Appistry, a recent entrant in the game for providing analytics for genomics data, has picked up a partnership with the University of Missouri. The university is tapping Appistry's system called Ayrris/BIO for analyzing data from DNA sequencing machines as its researchers hunt for meaning in the data in a variety of fields, the company said today.
The genomics field has attracted a bevy of new players from the software world. Appistry, for example, emerged on the genomics scene after launching a life sciences group in September, having previously worked on complex data analysis for customers in defense, financial services and for FedEx, which uses the St. Louis-based company's technology to plan delivery routes, Sultan Meghji, Appistry's vice president of analytics applications, told FierceBiotech IT.
The opportunities in genomics for Appistry and its competitors are huge. Life Technologies ($LIFE) and Illumina ($ILMN) are rapidly bringing the cost of sequencing a whole genome to about $1,000, and the volume of data generated from the experiments is expected to soar as the low cost of sequencing makes it more accessible to more researchers than ever before. Though sequencing has become cheap, analyzing and storing the data add significant expenses for researchers. And Appistry's Meghji says his company's Ayrris tool does the job of analyzing a single genome for about $250.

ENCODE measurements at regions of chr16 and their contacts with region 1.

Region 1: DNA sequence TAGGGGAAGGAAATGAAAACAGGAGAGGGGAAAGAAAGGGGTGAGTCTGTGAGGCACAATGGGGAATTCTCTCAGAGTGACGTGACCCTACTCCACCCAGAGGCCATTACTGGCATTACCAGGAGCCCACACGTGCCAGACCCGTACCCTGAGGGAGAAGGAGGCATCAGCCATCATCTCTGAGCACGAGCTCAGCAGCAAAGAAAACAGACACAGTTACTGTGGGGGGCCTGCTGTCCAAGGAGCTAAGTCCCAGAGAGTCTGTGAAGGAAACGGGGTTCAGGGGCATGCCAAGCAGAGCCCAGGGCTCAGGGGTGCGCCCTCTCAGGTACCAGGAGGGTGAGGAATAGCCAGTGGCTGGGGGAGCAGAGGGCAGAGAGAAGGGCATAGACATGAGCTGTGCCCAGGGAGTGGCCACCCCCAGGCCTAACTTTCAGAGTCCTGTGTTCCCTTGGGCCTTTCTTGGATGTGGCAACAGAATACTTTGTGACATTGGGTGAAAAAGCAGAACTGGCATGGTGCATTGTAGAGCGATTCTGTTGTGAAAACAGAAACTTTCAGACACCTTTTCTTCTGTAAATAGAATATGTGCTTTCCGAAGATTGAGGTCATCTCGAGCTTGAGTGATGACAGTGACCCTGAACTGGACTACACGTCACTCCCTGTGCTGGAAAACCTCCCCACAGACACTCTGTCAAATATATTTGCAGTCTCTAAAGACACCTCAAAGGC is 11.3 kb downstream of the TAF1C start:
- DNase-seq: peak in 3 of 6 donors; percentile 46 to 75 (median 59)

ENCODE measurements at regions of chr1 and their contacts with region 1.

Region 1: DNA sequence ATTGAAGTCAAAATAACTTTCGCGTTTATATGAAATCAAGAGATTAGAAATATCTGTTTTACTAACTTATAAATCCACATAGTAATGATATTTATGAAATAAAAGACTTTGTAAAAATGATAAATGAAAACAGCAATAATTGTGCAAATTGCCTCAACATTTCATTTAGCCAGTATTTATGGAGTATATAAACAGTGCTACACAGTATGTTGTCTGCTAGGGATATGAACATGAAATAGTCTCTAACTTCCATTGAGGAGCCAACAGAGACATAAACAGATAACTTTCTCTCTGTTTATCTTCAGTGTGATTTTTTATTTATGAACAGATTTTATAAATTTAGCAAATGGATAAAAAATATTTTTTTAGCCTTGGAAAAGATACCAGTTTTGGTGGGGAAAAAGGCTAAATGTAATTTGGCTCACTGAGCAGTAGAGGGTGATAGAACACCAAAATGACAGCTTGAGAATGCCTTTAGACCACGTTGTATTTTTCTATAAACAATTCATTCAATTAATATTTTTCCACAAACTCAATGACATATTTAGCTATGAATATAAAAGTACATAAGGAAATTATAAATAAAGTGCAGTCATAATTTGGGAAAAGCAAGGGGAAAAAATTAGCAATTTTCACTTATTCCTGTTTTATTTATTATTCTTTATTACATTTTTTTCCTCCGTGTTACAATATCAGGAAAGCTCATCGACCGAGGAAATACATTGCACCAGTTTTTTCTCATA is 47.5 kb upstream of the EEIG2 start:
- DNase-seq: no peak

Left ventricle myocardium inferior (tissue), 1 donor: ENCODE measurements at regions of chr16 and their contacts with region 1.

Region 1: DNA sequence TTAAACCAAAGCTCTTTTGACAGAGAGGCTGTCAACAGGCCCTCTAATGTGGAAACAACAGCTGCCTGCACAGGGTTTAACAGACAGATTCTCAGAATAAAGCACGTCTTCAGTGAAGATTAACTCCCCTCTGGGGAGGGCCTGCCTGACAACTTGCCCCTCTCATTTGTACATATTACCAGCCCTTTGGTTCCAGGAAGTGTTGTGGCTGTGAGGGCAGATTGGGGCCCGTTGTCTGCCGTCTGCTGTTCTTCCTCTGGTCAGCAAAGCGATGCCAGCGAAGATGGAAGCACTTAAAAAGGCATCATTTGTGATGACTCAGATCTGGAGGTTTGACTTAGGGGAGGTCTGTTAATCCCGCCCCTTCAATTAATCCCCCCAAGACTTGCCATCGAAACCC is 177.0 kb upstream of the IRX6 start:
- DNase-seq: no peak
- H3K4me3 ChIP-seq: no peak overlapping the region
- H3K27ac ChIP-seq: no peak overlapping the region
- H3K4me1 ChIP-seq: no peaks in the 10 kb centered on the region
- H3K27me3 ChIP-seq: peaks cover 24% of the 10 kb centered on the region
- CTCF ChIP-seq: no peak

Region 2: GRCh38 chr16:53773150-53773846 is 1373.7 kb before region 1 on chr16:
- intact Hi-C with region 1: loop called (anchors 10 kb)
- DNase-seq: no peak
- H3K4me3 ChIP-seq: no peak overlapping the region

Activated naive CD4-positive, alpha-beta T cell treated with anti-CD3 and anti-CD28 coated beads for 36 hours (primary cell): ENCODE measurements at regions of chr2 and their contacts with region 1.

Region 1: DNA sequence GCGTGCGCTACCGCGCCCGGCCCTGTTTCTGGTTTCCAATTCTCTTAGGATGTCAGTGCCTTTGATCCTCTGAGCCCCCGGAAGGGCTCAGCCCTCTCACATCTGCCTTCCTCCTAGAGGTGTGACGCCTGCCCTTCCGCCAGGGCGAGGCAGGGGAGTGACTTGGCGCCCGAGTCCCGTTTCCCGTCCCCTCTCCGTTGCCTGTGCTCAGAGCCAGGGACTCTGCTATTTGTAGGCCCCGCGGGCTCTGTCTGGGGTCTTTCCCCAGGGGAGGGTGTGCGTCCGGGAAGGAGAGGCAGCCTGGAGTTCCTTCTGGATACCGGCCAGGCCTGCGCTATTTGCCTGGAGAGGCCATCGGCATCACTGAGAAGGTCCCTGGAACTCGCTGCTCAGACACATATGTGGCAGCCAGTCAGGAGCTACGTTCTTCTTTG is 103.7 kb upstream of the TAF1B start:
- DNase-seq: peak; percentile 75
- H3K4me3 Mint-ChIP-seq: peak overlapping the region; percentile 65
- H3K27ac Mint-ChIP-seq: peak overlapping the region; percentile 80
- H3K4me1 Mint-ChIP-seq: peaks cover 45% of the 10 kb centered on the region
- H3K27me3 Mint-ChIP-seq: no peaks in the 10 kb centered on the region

Oracle ($ORCL) and other software players have been elbowing in on the analytics action as well, aiming to enable biomedical researchers to make practical use of such data.
At the University of Missouri, researchers plan to use Ayrris/BIO to speed their work around sequencing and bioinformatics and the company's storage system to relieve some of its own data management woes, according to Appistry's release.
"Our ability to quickly and efficiently carry out the early and secondary analysis of sequence data to answer important questions about plant, animal and human genomics problems with new state of the art technologies is like the opening of a new bridge on the path to discovery," Gordon Springer, scientific director of the University of Missouri Bioinformatics Consortium, stated. "Where we end up is unknown, but that's what makes it so exciting; to be able to discover new things about ourselves and nature."
- here's the release
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